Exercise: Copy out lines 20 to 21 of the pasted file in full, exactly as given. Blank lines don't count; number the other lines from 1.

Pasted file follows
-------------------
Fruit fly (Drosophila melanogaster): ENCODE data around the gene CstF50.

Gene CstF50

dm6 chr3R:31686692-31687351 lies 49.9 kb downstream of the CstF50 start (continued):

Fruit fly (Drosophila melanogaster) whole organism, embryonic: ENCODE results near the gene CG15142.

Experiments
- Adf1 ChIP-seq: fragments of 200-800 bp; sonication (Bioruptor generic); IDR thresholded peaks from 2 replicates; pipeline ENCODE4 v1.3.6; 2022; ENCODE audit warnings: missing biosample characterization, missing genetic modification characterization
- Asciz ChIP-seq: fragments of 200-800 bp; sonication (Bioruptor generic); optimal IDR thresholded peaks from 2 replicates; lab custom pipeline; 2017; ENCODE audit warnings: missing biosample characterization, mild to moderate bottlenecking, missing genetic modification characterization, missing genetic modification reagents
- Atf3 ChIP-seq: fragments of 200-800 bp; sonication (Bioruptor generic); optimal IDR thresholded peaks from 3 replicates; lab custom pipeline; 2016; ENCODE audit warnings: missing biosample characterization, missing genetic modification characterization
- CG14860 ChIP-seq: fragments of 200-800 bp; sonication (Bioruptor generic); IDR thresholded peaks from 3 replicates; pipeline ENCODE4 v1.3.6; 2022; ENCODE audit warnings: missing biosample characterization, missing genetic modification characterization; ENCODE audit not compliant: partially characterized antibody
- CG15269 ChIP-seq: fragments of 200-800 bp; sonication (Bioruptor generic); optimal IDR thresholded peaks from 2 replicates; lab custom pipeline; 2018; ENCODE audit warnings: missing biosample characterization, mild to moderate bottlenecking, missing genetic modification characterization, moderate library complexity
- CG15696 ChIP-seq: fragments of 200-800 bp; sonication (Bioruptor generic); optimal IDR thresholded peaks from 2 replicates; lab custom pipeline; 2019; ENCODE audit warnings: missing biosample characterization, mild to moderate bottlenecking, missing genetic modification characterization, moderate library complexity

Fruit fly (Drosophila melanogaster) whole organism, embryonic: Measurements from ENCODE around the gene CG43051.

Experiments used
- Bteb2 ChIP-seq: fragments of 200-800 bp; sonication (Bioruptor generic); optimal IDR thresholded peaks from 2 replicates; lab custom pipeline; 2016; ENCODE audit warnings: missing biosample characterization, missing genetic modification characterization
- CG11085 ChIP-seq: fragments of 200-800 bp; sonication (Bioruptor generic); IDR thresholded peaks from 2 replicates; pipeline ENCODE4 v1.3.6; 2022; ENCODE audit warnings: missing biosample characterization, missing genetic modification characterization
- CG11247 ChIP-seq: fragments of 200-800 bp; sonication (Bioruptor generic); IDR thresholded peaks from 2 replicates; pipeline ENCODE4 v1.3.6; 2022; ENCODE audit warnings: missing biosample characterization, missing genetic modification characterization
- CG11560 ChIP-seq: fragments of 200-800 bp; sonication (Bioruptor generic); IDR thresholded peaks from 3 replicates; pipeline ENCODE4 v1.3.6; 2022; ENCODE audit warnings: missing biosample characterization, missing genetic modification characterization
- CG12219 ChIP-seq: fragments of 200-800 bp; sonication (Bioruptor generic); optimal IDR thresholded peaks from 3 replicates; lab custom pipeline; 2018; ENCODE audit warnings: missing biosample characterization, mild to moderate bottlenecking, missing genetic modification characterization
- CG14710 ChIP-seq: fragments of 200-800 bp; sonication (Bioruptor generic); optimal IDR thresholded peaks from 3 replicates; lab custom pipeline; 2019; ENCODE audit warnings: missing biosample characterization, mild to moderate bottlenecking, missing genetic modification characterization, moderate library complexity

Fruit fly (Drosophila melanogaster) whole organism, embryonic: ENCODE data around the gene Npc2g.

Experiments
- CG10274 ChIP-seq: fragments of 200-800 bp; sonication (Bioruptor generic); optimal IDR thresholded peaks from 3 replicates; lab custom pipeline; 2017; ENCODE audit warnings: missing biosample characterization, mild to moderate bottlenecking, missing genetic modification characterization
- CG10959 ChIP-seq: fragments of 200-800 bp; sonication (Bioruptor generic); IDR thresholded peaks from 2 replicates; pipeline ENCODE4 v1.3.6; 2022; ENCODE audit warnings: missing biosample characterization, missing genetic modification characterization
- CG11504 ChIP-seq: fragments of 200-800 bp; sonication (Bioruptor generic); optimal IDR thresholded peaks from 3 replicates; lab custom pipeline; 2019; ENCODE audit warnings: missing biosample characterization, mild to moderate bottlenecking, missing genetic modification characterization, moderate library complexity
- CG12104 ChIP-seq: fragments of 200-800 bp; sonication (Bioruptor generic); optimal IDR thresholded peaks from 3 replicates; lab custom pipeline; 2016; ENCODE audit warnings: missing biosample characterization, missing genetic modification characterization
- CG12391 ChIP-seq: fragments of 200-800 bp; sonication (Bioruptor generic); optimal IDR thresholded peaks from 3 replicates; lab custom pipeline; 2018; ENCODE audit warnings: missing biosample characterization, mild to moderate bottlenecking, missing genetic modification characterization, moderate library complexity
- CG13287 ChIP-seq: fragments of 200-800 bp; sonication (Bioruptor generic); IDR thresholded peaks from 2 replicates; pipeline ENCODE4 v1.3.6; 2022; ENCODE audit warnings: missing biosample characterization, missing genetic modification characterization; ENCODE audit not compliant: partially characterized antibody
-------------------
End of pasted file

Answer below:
Fruit fly (Drosophila melanogaster) whole organism, embryonic: ENCODE data around the gene Npc2g.

Experiments